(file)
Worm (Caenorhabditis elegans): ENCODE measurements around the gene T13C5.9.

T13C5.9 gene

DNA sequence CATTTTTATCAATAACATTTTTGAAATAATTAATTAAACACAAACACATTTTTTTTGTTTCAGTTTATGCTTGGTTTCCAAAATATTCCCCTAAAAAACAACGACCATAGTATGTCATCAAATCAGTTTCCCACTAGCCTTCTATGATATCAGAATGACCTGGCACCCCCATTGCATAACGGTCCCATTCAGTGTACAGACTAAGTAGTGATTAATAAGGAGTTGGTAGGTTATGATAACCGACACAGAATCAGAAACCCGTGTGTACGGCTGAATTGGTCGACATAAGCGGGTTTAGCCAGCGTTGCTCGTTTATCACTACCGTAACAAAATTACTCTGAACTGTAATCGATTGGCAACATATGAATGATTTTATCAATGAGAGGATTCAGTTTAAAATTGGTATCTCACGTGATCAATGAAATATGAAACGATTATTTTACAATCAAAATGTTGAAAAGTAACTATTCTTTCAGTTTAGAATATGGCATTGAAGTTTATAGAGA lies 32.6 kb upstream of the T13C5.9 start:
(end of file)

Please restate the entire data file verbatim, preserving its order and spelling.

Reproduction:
Worm (Caenorhabditis elegans): ENCODE measurements around the gene T13C5.9.

T13C5.9 gene

DNA sequence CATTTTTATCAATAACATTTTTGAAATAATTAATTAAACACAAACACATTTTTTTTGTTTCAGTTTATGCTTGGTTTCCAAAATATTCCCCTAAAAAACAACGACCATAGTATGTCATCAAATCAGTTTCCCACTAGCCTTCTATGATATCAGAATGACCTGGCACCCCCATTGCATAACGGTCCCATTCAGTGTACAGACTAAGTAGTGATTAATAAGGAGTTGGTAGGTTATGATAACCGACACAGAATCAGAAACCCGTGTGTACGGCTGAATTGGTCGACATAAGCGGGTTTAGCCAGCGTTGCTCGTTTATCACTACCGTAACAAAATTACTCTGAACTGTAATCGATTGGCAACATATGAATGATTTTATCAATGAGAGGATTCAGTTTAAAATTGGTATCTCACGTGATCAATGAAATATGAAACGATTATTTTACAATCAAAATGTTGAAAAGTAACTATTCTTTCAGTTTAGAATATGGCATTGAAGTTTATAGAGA lies 32.6 kb upstream of the T13C5.9 start: